Categories:
Cart 0

Your cart is empty

Limp Bizkit

A linchpin of the late-'90s nu-metal scene, Limp Bizkit brought rap-metal to the masses with the career-defining albums Significant Other (1999) and Chocolate Starfish and the Hot Dog Flavored Water (2000). Led by charismatic -- and polarizing -- frontman Fred Durst, the band enjoyed a string of radio hits ("Counterfeit," "Faith," "Nookie," "Break Stuff," "Rollin’ (Air Raid Vehicle)," and "Behind Blue Eyes") before going on hiatus in the mid-2000s, as their frenzied blend of hip-hop, metal, and post-grunge fell out of favor. Limp Bizkit reunited in 2009 and released Gold Cobra two years later. Over the next decade, they continued to tour and release the occasional single. In 2021, they made a comeback with a celebrated Lollapalooza appearance and the surprise release of their sixth effort, Still Sucks, their first new studio album in over a decade. Limp Bizkit was formed in Florida in 1994 by vocalist Fred Durst and his friend, bassist Sam Rivers. Rivers' cousin John Otto soon joined on drums, and guitarist Wes Borland completed the original foursome (later supplemented by DJ Lethal). After Korn played the Jacksonville area in 1995, bassist Fieldy got several tattoos from Durst (a tattoo artist) and the two became friends. The next time Korn were in the area, they picked up Limp Bizkit's demo tape and were so impressed that they passed it on to their producer, Ross Robinson. Thanks mostly to word-of-mouth publicity, the band was chosen to tour with House of Pain and Deftones. The label contracts came pouring in, and after signing with Flip/Interscope, Limp Bizkit released their debut album, Three Dollar Bill Y'All. By mid-1998, they had become one of the more hyped bands in the burgeoning rap-metal scene, helped as well by more touring action -- this time with Faith No More and later, Primus -- as well as an appearance on MTV's Spring Break '98 Fashion Show. Their biggest break, however, was a spot on that summer's Family Values Tour, which greatly raised the group's profile. Limp Bizkit's much-anticipated second album, Significant Other, was released in June 1999, and it and the accompanying video for "Nookie" made the group superstars. Significant Other debuted at number one and had sold over four million copies by year's end, also helping push Three Dollar Bill Y'All past the platinum mark. Durst, meanwhile, was tapped for a position as a senior vice president at Interscope Records in early July. However, in the midst of this massive success, controversy dogged the band following that summer's performance at Woodstock '99. In the wake of the riots and sexual assaults that proved to be the festival's unfortunate legacy, Durst was heavily criticized for egging on the already rowdy crowd and inciting them to "break stuff." Not only was at least one mosh-pit rape reported during the group's set (in addition to numerous other injuries), but the ensuing chaos forced festival organizers to pull the plug in the middle of their show. Even though Limp Bizkit's performance took place the day before the infamous festival-closing riots, the band was raked over the coals in the media, who blamed them for touching off the spark that inflamed a potentially volatile atmosphere. Undaunted, Limp Bizkit headlined that year's Family Values Tour, with the newly controversial Durst grabbing headlines for periodic clashes with Bizkit's tourmates. During the Napster flap of 2000, Durst became one of the most outspoken advocates of online music trading; that summer, Limp Bizkit embarked on a free, Napster-sponsored tour. All of this set the stage for the October release of the band's third album, Chocolate Starfish and the Hot Dog Flavored Water. Wes Borland left soon after, necessitating a long search for a replacement guitarist of comparable value; finally, after going almost three years without a new album, the band released Results May Vary, which peaked at number three on the U.S. Billboard 200 and eventually went platinum. Borland returned after its release, and the band issued The Unquestionable Truth, Pt. 1 EP in 2005. The Bizkit then released Greatest Hitz, a 17-track career survey that included all the hits from their heyday. In 2009, the band went back into the studio to record with its original lineup. After a number of delays, they released their fifth studio album, Gold Cobra, in the summer of 2011. Featuring the single "Shotgun," the LP was generally well-received and charted in several countries. In 2012 the group left Interscope, joined the Cash Money Records roster, and headed back into the studio to begin work on album number seven (the proposed Stampede of the Disco Elephants). They issued the singles "Ready to Go" and "Endless Slaughter" in 2013, but it would be years before a new record saw the light of day. The band parted with Cash Money in 2014. By the time the 2020s rolled around, nu-metal was in the midst of a revival, driven by younger bands raised on the sounds of Korn and Limp Bizkit. Capitalizing on this new youthful resurgence, the band was added to 2021's installment of Lollapalooza, performing a well-received, main stage greatest-hits set that ended with a new single, "Dad Vibes." The track later appeared on the band's official sixth album, which was surprise-released that Halloween. Self-aware as ever, their comeback set was titled Still Sucks and featured a blend of their classic rap-rock sound and late-era introspective cuts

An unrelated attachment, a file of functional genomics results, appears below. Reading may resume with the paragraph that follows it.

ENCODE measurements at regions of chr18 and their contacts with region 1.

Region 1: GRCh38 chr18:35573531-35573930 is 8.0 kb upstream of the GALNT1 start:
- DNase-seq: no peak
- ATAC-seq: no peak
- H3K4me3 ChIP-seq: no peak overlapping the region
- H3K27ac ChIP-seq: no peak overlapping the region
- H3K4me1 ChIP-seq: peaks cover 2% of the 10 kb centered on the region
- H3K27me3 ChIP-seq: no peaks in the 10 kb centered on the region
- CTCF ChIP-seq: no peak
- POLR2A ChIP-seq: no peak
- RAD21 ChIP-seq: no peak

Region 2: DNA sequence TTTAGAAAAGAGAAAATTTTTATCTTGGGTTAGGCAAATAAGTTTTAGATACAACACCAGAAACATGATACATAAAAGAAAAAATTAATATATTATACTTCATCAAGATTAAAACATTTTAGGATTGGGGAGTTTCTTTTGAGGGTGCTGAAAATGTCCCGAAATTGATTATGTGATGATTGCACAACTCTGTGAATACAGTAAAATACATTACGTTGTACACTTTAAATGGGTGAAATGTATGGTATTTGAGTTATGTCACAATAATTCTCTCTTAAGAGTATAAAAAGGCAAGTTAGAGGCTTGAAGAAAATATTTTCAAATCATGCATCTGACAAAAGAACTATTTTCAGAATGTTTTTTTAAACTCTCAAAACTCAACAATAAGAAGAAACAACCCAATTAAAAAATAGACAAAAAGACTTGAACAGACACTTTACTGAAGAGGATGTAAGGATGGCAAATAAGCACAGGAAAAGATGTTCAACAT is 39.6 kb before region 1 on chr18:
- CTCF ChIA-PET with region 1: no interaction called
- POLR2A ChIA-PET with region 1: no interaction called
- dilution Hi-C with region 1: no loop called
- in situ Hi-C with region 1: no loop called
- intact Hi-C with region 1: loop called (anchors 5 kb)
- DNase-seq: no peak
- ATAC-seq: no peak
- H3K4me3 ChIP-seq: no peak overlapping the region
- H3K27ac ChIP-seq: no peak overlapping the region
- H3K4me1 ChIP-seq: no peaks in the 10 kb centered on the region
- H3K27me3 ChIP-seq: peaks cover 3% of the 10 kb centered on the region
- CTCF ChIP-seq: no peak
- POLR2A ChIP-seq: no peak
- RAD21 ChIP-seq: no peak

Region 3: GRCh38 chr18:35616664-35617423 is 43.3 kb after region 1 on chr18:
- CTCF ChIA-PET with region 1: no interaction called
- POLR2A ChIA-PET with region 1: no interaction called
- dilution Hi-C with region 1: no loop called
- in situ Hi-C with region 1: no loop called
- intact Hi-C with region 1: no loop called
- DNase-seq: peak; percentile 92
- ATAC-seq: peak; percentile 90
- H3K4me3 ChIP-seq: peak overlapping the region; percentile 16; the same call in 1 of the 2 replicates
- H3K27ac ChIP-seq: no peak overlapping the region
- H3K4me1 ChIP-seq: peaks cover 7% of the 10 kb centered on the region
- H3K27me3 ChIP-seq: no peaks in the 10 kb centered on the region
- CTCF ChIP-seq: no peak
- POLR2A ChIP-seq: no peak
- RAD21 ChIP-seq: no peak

© John Bush & James Christopher Monger /TiVo
Read more

Discography

26 album(s) • Sorted by Bestseller

1 of 2
1 of 2

My favorites

Cet élément a bien été <span>ajouté / retiré</span> de vos favoris.

Sort and filter releases